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Unformatted text preview: show that in general Aii is not an invariant. Similarly, if Aij is a covariant tensor of rank two, A,; is not, in general, an invariant. 2.10. QUOTIENT RULE Consider a set of n3 functions A(lll),A(112),A(123), etc., or A(i,j,Ic) for short, with the indices i, j , Ic each ranging over 1 , 2 , . . . n. Although the set of functions A(i,j, I c ) has the right number of components, we do not know whether it is a tensor or not. Now, suppose that we know something about the nature of the product of A(i, j , k) with an arbitrary tensor. Then there is a theorem which enables us to establish whether A(i, j , k ) is a tensor without going to the trouble of determining the law of transformation directly. For example, let <"(x) be an arbitrary tensor of rank 1 (a vector). Let us suppose that the product A(a, j , k)<" (summation convention used over a) is known to yield a tensor of the type Ai(x), A(a, j , k , )Ea = A; . Then we can prove that A(i,j)k) is a tensor of the type A:k(x)....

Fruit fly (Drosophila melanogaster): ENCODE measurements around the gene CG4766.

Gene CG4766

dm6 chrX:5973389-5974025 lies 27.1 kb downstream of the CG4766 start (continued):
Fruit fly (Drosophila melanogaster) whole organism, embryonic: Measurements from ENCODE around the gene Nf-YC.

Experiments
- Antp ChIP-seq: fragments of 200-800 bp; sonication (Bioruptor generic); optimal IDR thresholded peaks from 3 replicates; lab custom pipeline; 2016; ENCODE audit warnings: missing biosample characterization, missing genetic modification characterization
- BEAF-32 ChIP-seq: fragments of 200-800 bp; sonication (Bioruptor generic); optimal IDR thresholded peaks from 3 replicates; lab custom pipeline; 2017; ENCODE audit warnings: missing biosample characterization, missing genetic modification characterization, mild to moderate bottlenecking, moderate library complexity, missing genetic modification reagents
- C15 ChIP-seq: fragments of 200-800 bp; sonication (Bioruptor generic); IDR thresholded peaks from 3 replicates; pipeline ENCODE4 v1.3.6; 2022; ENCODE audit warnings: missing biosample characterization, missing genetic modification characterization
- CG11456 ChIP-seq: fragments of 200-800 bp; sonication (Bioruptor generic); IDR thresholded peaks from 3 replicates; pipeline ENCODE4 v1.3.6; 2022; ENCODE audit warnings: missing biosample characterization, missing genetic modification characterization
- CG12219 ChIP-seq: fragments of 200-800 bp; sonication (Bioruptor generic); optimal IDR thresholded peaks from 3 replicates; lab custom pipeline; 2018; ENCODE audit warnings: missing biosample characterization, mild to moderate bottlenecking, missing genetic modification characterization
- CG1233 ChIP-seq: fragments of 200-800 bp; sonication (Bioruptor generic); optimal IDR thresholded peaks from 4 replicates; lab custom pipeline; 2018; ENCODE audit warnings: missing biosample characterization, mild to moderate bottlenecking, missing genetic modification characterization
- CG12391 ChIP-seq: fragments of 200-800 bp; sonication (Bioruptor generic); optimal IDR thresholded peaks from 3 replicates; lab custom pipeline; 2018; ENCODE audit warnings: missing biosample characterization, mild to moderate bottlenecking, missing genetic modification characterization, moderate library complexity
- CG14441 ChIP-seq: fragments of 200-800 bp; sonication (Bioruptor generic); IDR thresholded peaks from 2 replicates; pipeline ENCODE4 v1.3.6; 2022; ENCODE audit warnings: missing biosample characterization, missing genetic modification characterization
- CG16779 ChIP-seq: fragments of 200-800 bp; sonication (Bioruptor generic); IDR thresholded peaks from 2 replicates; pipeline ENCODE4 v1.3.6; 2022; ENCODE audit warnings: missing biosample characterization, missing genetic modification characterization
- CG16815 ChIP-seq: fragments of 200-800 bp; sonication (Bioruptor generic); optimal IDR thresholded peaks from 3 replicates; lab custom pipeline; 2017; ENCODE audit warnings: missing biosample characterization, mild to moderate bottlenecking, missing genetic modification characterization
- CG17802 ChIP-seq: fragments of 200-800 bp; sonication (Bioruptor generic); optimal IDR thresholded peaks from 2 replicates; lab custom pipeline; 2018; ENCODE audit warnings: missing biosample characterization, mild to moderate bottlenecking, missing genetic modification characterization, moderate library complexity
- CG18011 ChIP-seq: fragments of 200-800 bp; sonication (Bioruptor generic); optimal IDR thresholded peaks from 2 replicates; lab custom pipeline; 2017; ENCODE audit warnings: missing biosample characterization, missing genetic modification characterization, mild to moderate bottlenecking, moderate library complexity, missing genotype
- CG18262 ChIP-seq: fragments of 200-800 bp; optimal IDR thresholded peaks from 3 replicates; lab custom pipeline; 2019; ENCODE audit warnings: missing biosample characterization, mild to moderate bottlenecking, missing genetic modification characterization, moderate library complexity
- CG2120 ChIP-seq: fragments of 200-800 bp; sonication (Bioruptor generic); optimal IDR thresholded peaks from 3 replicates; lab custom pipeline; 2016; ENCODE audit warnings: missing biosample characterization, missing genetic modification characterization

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 Fall '05
 Thomson

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